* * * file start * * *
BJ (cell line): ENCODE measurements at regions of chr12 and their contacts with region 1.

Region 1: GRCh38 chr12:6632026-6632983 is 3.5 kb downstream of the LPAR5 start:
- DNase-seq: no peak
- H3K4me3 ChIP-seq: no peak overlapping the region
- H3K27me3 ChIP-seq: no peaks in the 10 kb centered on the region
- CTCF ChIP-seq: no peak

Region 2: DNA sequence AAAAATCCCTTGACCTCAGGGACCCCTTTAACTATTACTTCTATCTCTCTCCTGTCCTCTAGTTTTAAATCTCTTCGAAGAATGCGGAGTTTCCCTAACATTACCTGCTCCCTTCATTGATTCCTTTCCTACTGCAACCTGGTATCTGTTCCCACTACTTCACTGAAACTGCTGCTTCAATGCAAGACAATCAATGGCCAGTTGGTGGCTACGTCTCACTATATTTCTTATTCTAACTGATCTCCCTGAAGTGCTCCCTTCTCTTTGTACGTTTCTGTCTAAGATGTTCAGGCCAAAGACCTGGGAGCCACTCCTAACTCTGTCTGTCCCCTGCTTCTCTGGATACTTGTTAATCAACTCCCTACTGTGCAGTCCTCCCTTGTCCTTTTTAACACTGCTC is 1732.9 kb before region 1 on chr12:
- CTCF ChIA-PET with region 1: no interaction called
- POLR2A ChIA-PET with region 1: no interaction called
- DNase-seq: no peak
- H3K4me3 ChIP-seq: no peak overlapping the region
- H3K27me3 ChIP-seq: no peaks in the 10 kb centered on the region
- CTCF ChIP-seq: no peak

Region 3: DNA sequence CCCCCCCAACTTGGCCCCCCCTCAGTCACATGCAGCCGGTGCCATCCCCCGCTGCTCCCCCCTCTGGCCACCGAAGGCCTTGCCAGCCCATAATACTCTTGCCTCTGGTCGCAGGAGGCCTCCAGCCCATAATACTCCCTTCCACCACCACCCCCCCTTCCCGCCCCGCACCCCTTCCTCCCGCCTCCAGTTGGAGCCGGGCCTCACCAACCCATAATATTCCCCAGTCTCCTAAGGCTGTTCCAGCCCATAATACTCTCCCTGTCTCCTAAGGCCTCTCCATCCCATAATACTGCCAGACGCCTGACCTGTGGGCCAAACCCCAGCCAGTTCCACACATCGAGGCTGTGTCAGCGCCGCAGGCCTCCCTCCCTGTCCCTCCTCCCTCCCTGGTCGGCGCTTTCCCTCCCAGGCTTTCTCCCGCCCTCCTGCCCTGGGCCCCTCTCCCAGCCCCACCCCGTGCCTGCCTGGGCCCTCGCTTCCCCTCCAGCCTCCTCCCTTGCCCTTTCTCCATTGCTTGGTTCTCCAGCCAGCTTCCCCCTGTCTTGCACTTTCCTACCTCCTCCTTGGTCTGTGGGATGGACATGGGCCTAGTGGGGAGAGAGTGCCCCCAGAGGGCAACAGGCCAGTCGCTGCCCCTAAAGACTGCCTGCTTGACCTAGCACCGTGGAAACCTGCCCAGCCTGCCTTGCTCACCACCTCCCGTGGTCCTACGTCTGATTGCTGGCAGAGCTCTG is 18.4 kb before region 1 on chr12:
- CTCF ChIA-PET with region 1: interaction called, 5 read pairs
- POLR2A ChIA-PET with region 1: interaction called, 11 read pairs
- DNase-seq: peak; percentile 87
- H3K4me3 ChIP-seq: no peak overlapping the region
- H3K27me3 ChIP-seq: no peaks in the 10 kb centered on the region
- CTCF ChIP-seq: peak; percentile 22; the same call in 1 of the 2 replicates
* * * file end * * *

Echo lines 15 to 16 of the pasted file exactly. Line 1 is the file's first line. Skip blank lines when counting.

- CTCF ChIA-PET with region 1: interaction called, 5 read pairs
- POLR2A ChIA-PET with region 1: interaction called, 11 read pairs